Pearl Origins and Differences: A Comprehensive Guide 

Picture of a shiny black-pearl neacklace

In the ever-evolving world of jewellery design, staying ahead of the curve means understanding not just the craft, but the very essence of materials you work with. For aspiring jewellery designers and entrepreneurs eager to make their mark, pearls offer a realm of possibility unlike any other gemstone. I’m Tanja Sadow, Dean of the Jewellery Design and Management International School, and I will show you the enigmatic beauty and allure of pearls. Once pigeonholed into traditional or feminine categories, pearls have surged to the forefront of fashion, demolishing gender barriers and aligning with trends that span high fashion to street style. 

Picture of a 3-strand pearl  necklace worn by a woman

I’m a great lover of pearls. Pearls go way back into history; so many famous people have enjoyed and worn pearls for centuries. Pearls have long been treasured across civilizations, symbolizing wealth, power, and purity. In ancient China, Rome, and India, they represented status, only worn by the elite or used in important ceremonies. The Persians and Native Americans valued pearls not only for their beauty but as symbols of prosperity and a deep connection with nature. From the ancient markets of the Middle East to the courts of Europe, pearls have woven a rich tapestry into human history, embodying the intersection of nature, culture, and artistry that still captivates society today.

Natural vs. Cultured vs. Imitation Pearls 

Pearls are one of the organic types of gems that are used in jewellery. When we talk about organic, we mean that it is a byproduct of something that either was living or is living. It could be from animal or vegetable but originates from something that was alive. In the case of pearls, most come from molluscs. We have many different types of molluscs, but the ones we mostly use are the ones that produce saltwater. Saltwater is produced from oysters usually, and then we also have freshwater pearls, typically produced from mussels.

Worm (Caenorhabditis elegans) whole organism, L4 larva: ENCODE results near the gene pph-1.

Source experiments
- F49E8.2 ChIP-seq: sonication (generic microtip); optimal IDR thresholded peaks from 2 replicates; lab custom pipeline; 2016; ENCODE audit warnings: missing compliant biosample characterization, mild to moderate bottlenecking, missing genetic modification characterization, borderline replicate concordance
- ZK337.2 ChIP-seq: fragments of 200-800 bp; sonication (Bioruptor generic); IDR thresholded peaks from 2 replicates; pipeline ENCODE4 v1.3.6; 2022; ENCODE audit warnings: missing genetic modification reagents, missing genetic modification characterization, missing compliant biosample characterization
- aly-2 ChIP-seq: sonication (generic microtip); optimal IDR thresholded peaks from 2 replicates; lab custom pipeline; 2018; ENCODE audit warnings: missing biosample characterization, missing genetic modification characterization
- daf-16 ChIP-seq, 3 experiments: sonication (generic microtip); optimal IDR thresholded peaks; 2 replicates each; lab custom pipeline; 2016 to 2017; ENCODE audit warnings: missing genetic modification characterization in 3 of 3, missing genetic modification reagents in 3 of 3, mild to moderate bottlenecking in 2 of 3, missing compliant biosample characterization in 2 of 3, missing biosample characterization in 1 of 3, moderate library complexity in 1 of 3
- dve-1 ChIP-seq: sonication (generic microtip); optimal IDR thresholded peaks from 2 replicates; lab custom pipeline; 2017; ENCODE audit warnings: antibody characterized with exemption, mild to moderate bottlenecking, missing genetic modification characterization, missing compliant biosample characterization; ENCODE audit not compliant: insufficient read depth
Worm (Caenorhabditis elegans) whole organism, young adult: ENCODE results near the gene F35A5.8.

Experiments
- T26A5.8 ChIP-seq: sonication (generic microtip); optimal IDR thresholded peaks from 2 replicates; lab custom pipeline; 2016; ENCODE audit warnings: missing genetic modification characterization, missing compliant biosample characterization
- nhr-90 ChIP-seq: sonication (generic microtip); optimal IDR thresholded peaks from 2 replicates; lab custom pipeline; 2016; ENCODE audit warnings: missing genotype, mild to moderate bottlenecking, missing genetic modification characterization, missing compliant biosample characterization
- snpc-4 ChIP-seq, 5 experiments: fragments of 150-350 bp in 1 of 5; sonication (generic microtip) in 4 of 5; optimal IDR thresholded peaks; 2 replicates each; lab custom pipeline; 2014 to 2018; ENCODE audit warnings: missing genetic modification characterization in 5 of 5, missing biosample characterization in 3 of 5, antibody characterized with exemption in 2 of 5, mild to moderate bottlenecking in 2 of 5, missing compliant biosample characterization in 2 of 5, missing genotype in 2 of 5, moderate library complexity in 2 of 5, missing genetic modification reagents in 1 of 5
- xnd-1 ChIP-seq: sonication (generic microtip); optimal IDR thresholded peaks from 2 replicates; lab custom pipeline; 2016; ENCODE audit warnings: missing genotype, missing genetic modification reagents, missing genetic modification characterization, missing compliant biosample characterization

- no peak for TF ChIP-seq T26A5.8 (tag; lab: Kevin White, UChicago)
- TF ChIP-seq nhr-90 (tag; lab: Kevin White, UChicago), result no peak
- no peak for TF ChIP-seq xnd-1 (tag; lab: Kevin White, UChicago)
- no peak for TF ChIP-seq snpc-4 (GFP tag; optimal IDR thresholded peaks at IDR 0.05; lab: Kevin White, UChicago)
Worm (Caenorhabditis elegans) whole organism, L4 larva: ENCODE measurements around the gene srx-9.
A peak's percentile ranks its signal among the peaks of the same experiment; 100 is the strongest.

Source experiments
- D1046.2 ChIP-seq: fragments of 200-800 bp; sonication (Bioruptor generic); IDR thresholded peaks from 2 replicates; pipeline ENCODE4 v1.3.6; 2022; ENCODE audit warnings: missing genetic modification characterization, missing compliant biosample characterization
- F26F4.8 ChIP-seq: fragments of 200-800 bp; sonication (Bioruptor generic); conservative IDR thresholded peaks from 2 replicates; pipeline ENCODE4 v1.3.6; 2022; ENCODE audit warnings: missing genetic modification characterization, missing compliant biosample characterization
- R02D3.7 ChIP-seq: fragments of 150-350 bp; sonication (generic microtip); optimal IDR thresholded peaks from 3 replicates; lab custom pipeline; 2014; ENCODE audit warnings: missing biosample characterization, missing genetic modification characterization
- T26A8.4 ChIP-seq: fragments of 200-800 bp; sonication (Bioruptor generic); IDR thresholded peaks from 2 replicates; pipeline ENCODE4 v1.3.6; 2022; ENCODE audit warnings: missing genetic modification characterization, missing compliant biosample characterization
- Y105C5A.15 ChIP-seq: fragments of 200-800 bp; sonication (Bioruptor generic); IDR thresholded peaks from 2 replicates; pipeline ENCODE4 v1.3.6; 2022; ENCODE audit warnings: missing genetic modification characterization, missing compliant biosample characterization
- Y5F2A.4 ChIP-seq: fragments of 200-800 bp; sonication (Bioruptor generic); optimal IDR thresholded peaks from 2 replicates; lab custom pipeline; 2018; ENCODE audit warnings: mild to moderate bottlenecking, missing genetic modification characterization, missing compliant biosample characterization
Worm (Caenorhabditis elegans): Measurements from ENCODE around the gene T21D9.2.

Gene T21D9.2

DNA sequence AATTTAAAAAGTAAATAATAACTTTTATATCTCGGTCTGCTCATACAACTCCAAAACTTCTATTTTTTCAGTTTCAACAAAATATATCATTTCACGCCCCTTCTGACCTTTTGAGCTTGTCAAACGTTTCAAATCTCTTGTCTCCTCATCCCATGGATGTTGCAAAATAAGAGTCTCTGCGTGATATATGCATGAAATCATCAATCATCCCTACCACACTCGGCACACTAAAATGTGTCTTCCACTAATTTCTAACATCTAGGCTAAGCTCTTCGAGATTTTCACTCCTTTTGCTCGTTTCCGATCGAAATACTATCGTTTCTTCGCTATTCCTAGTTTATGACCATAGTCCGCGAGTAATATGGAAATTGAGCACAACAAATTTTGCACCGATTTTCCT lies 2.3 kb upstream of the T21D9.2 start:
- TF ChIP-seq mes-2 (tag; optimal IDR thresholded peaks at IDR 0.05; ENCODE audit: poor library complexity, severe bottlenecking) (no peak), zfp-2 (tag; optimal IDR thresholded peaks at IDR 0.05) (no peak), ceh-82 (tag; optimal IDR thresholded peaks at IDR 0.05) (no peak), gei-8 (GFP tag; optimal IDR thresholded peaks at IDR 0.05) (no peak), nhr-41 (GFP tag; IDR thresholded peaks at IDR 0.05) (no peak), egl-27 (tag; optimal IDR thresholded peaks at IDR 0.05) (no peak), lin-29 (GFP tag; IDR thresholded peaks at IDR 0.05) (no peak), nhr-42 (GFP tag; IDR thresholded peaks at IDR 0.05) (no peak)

There are quite a few different species that produce pearls, but we won’t go into all the different species at this moment. What I’ll do is tell you a little bit about the difference between natural saltwater pearls and cultured pearls, and we will also look at imitation pearls. So we want to look at all those different things. 

Diagram of the 6 main steps how natural pearls are formed

Natural Saltwater Pearl Formation 

What happens? People tend to have this idea that a little grain of sand somehow gets into the oyster, and then it irritates the oyster, and it produces the pearl. Yes, that is the general idea of it, but it’s not just it has to get in anywhere, and it’s not necessarily just a grain of sand. 

It could even be a little parasite or a piece of coral or something has to lodge itself deep within the fleshy part of the creature. And when it does irritate that creature, the only thing that the little creature can do is to secrete its own substance, which coats the irritant and makes it less irritating. 

Picture of a white and shiny pearl necklace
A Bonham’ natural-pearl necklace sold for almost $200,000 pounds in 2013

But, of course, over time, you have to realize that the secretion crystallizes, and as it crystallizes, getting harder and harder, then it irritates the creature again. So, it is going to secrete once more, and this is a consecutive thing; it goes on and on, secreting, crystallizing, secreting, crystallizing until finally, we get a decent-sized pearl. 

That being said, let’s say it was to start from a little tiny grain of sand, which is say a millimetre in size, how long do you think it would take to get about a 6 mm pearl, something the size of a pea? Well, it could take easily anywhere between 10 to 13 years, so it’s a very time-consuming process, and natural pearls are not something that are really common. They’re not something you can find everywhere; in fact, we would say they’re a real rarity. 

Diagram of how a cultured pearl from using a nucleus inserted into a mollusc

Cultured Pearls